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Thrillers on mass television: Does the genre deliver?

By , agencyfaqs! | In | February 06, 2004
Though present in the Top 100 list of shows, thrillers don't seem to be working their magic as channel executives would expect them to do


As a genre, thrillers have always had this edge-of-the-seat quality in them. Be it a horror show or a detective serial, a murder mystery or supernatural thriller, the big draw of this genre has been its ability to set the viewer's heart beating or pulse racing. However, if many of us would like to believe that edge-of-the-seat entertainment is what gets the viewers going, may be, it's time to sit back and think again. For one, a look at the Top 100 list of C&S shows suggests that viewers would rather go with the ebb and flow of a family drama than endure a spine-chilling thriller. In the week of January 18-24, 2004, for instance, thriller shows Ssshhhh… Koi Hai…Trikaal, Krishna Arjun and Vikraal Aur Gabraal on STAR Plus notched up scores of 5.2, 4.6 and 3.1 (respectively), while Sony's CID attracted a TVR of 3.2 in the base population of C&S 4-plus throughout India.

A week earlier, that is, January 11-17, 2004, the list of thriller shows in the Top 100 was no different. The staple of Ssshhhh… Koi Hai…Trikaal, Krishna Arjun, Vikraal Aur Gabraal and CID attracted figures of 4.2, 3.8, 2.7 and 2.7 respectively. Back into 2003, and the scenario was more or less the same. In TAM's week 50 in 2003, that is, December 7-13, 2003, Ssshhhh… Koi Hai…Trikaal, Krishna Arjun, Vikraal Aur Gabraal and weekend thriller Kya Haadsa Kya Haqeeqat (on Sony) attracted figures of 4.8, 4.2, 2.8 and 2.3 respectively.

Though present in the Top 100 list of programmes, thrillers are not exactly TVR stealers, as one would anticipate. Atul Phadnis, director, S group, TAM Media Research, attributes this phenomenon to a niche segment of people watching shows in the thriller genre. "You have younger audiences tuning in to thriller shows," he says. "They could be male or female, but essentially, they are young," he adds.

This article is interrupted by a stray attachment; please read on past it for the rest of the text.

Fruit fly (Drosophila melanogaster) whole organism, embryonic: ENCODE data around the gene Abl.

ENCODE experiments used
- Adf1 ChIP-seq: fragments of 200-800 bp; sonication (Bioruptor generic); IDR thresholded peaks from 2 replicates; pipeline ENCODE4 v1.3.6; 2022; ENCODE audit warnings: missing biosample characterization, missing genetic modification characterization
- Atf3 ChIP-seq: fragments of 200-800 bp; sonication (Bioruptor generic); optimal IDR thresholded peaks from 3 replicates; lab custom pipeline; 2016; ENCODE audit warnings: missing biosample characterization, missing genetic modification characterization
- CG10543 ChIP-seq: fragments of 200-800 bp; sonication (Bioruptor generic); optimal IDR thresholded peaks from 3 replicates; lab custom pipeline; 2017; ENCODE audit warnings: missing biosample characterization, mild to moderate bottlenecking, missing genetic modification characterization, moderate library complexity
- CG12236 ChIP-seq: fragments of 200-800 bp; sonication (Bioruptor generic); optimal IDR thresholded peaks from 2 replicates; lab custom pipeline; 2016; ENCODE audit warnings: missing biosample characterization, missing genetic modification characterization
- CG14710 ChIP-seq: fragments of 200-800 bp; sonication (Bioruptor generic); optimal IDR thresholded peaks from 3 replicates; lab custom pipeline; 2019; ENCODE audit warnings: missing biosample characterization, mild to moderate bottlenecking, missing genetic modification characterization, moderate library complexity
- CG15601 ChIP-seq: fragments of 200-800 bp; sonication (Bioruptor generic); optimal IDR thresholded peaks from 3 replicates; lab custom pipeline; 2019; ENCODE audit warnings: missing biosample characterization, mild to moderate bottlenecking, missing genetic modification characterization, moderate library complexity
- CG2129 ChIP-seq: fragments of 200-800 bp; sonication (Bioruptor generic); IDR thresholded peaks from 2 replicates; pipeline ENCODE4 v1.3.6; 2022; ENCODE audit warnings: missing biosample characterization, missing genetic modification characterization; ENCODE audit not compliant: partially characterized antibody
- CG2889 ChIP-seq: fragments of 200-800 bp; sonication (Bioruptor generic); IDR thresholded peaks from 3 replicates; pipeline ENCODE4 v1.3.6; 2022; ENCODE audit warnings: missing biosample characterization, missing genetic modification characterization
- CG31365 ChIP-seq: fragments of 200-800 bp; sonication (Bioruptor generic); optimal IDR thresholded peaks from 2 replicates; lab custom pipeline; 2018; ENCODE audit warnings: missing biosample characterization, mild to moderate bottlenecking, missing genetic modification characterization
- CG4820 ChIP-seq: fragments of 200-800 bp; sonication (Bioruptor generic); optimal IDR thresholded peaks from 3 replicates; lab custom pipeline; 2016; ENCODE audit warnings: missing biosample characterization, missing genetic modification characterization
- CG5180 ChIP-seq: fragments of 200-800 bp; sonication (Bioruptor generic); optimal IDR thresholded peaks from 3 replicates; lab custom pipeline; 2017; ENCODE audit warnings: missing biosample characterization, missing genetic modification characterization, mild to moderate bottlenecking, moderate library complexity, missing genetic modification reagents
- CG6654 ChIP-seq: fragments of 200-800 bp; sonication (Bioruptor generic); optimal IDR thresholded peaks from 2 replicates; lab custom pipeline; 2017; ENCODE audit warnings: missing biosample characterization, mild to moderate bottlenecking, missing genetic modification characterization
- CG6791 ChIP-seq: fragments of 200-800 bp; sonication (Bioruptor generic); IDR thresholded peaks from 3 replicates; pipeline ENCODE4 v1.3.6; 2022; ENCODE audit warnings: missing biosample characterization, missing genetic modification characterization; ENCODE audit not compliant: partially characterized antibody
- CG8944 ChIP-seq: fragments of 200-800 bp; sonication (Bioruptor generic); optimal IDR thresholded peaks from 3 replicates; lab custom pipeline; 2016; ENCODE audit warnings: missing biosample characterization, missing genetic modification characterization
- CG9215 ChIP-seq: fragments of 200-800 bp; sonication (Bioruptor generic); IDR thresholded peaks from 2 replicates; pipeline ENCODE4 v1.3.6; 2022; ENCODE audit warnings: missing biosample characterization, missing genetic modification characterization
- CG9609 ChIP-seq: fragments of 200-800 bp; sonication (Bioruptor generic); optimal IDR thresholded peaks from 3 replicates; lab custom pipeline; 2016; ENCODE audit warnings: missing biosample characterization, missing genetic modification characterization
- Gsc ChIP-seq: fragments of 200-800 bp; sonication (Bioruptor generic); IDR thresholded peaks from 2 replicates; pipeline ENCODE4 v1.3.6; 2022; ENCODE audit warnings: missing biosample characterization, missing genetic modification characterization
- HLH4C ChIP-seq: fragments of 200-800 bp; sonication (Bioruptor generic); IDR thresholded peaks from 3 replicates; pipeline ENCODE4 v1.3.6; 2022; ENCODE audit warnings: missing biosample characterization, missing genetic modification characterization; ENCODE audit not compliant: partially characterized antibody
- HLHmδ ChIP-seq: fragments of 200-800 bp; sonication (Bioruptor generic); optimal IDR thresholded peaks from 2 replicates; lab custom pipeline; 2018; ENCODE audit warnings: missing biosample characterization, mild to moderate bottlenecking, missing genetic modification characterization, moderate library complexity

And considering that prime-time television is driven by women, 25 years and above, tuning in to a family drama would be the norm rather than the exception. "Housewives would gladly sit down and watch a family drama as opposed to a thriller show," says Phadnis. As Kunal Jamuar, business director, Insight (media arm of Lintas), states, "Men hardly get an opportunity to sample shows during prime time because the remote is in the hands of the woman and average homes are single TV households," he points out.

Despite the drawback, thriller shows are successful programming formats, as indicated by a TAM Media analysis conducted a few months ago. For 4 per cent of the telecast time devoted to thrillers as a whole on the Top 6 mainline channels comprising DD1, DD2, STAR, ZEE, Sony and SUN in July 2003, the consequent share of viewership was 7 per cent. "This proves that the genre is efficient," says Phadnis. In the year 2000, the share of telecast was 2 per cent yielding a viewership of 3 per cent, implying, that as programming time for the genre increases, viewership is likely to grow, says Phadnis.

Family dramas, predictably, have a 28 per cent share of telecast time yielding a 44 per cent share of viewership in 2003, while in 2000, a 23 per cent share of telecast yielded a 25 per cent of share of viewership. "Serials and family dramas are the mainstay for mass channels, but within the small time frame that thrillers are telecast, they are delivering significantly higher audiences," adds Phadnis. © 2004 agencyfaqs!

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